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China Upgrades Drug Safety Agency

People’s Congress: Move aims to raise quality of food and drug supply

by Jean-François Tremblay
March 18, 2013 | A version of this story appeared in Volume 91, Issue 11

Credit: Newscom
Ma Kai delivering the news of the upgrade of China’s SFDA.
Credit: Newscom

Delegates meeting at China’s annual National People’s Congress in Beijing last week approved a government restructuring plan that will elevate the country’s State Food & Drug Administration to the ministry level. Likely to be renamed the General Administration of Food & Drugs, SFDA has until now been an agency within the Ministry of Health.

The move is aimed at boosting the public’s confidence in China’s food and drug supply, said Kai Ma, a member of the State Council, the country’s top decision-making group, during the Congress. As part of the restructuring, various food and drug safety offices that are now part of other government agencies will be merged into the new food and drug ministry, Ma said. At present, five different government departments have a hand in food safety, according to Xinhua, China’s official news agency.

Scandals have tarred the image of the food and drugs sold in China. For example, last summer SFDA started to examine claims that some Chinese drug companies were using waste restaurant oil to produce antibiotics (C&EN, Sept. 10, 2012, page 9). Last spring, after a report on Chinese television, SFDA shut down Chinese drug capsule firms accused of making their products with industrial gelatin. And in 2008, China disclosed that several brands of Chinese infant formula contained large amounts of the plastic melamine.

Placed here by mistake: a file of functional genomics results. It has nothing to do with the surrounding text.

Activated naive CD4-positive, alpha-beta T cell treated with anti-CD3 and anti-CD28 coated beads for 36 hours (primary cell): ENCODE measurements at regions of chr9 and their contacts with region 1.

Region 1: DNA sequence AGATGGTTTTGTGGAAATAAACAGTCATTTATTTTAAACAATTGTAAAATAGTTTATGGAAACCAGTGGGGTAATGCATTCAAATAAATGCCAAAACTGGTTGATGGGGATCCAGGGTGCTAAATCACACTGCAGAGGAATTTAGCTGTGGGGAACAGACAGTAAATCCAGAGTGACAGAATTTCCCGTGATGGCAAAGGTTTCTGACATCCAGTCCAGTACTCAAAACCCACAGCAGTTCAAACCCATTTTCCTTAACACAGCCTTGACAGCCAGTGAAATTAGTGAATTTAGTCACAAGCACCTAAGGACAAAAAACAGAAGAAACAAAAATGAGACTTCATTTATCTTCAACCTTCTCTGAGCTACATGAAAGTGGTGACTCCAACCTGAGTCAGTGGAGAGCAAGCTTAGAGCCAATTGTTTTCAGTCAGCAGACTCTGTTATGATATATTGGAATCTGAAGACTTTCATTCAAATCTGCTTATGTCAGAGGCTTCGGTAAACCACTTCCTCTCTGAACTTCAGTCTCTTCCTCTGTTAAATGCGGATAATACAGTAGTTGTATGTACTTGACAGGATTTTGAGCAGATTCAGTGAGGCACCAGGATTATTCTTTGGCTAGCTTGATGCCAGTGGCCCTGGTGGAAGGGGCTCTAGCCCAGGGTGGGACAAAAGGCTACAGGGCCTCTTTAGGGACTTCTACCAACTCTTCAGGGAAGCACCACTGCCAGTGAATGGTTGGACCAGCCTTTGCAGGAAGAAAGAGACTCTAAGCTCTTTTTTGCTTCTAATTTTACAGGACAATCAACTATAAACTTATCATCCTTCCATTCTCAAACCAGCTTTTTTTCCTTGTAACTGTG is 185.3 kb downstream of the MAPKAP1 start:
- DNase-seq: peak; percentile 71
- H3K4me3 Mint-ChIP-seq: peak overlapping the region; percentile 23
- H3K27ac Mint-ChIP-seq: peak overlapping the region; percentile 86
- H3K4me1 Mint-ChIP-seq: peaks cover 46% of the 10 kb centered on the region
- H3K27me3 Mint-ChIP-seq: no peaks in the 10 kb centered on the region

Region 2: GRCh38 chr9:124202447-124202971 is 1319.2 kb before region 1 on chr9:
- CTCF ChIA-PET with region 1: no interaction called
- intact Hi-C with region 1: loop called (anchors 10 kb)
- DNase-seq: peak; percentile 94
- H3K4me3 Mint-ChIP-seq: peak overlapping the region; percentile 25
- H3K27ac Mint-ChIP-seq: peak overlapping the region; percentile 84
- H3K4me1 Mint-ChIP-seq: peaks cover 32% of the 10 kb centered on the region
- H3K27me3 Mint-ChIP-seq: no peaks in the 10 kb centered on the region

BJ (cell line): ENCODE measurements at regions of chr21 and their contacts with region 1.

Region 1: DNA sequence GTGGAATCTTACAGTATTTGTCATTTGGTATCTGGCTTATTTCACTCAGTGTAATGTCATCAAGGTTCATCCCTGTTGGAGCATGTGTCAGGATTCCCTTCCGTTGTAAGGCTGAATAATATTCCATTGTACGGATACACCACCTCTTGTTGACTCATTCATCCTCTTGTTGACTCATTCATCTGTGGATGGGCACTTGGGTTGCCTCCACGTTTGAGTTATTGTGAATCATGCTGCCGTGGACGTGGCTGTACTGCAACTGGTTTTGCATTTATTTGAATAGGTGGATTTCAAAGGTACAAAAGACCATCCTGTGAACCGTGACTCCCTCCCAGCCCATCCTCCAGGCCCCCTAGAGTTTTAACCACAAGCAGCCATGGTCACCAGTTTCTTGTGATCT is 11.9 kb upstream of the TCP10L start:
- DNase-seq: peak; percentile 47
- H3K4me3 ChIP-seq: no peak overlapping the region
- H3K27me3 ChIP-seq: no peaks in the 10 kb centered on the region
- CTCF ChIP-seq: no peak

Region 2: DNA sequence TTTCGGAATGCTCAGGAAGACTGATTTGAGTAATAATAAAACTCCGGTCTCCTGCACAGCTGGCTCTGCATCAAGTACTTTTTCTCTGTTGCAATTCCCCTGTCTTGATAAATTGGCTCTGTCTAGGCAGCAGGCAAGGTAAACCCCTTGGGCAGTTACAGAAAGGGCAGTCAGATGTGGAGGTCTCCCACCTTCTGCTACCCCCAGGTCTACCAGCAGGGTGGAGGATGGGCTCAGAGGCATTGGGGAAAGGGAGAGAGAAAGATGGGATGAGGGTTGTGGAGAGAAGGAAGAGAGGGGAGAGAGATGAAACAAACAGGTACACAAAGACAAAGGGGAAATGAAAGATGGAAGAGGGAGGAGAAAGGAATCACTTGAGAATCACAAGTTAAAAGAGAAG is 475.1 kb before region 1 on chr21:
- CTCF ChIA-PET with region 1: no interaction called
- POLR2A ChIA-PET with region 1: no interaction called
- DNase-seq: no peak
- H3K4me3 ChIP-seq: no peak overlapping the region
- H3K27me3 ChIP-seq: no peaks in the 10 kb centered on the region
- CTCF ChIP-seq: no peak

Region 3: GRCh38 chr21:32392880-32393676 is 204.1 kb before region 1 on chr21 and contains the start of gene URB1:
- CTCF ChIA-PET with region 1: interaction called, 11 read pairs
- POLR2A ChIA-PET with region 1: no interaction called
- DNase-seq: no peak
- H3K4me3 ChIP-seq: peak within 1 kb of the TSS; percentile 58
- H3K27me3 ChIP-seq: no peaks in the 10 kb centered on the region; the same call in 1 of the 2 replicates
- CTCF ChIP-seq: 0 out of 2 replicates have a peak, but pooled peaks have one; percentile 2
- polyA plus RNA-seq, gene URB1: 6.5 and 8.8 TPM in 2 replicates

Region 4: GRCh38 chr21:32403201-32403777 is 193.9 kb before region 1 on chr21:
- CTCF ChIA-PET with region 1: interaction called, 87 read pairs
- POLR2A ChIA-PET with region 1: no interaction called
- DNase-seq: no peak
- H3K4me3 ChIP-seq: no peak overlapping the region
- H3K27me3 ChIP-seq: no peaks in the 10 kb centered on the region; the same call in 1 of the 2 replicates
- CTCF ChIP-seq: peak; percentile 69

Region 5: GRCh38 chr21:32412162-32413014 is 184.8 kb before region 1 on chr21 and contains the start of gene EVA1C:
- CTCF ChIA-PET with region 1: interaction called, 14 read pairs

SFDA’s higher status will most likely improve the quality of food and drugs sold in China, says Tommy Lin, intellectual property director at HEC Pharm, a pharmaceutical company based in Dongguan in southern China. “It’s the main purpose for the upgrade,” he points out. A ministerial agency, Lin notes, typically has greater authority, manpower, and financial resources than a nonministerial one.

The restructuring is also good news for innovative Chinese drug firms trying to launch pharmaceuticals in China and abroad simultaneously, Lin adds. Up to now, companies aiming to come out with a new drug have had to submit different dossiers at different times in China and other jurisdictions. In the future, Lin predicts, a single dossier containing the same studies could be sufficient.



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